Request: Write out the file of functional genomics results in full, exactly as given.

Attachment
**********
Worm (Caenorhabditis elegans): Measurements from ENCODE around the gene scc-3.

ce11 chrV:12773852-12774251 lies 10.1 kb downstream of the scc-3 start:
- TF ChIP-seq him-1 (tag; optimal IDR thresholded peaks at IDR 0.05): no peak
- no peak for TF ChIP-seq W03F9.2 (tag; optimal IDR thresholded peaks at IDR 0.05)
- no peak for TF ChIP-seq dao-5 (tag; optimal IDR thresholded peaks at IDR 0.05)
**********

Worm (Caenorhabditis elegans): Measurements from ENCODE around the gene scc-3.

ce11 chrV:12773852-12774251 lies 10.1 kb downstream of the scc-3 start:
- TF ChIP-seq him-1 (tag; optimal IDR thresholded peaks at IDR 0.05): no peak
- no peak for TF ChIP-seq W03F9.2 (tag; optimal IDR thresholded peaks at IDR 0.05)
- no peak for TF ChIP-seq dao-5 (tag; optimal IDR thresholded peaks at IDR 0.05)